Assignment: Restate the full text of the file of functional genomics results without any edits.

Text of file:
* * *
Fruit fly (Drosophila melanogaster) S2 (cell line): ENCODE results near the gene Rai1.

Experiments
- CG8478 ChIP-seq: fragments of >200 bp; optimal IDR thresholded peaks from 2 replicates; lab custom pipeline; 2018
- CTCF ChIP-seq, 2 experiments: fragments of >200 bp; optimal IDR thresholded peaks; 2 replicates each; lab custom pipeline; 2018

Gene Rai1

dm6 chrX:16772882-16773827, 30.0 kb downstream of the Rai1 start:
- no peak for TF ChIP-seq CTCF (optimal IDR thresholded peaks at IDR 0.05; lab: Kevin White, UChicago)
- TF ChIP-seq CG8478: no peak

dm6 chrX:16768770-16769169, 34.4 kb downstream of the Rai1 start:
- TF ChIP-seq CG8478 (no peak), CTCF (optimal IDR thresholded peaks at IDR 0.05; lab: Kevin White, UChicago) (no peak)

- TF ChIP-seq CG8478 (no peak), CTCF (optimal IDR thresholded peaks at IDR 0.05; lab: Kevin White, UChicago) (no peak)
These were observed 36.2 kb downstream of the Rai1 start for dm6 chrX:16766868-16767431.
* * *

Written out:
Fruit fly (Drosophila melanogaster) S2 (cell line): ENCODE results near the gene Rai1.

Experiments
- CG8478 ChIP-seq: fragments of >200 bp; optimal IDR thresholded peaks from 2 replicates; lab custom pipeline; 2018
- CTCF ChIP-seq, 2 experiments: fragments of >200 bp; optimal IDR thresholded peaks; 2 replicates each; lab custom pipeline; 2018

Gene Rai1

dm6 chrX:16772882-16773827, 30.0 kb downstream of the Rai1 start:
- no peak for TF ChIP-seq CTCF (optimal IDR thresholded peaks at IDR 0.05; lab: Kevin White, UChicago)
- TF ChIP-seq CG8478: no peak

dm6 chrX:16768770-16769169, 34.4 kb downstream of the Rai1 start:
- TF ChIP-seq CG8478 (no peak), CTCF (optimal IDR thresholded peaks at IDR 0.05; lab: Kevin White, UChicago) (no peak)

- TF ChIP-seq CG8478 (no peak), CTCF (optimal IDR thresholded peaks at IDR 0.05; lab: Kevin White, UChicago) (no peak)
These were observed 36.2 kb downstream of the Rai1 start for dm6 chrX:16766868-16767431.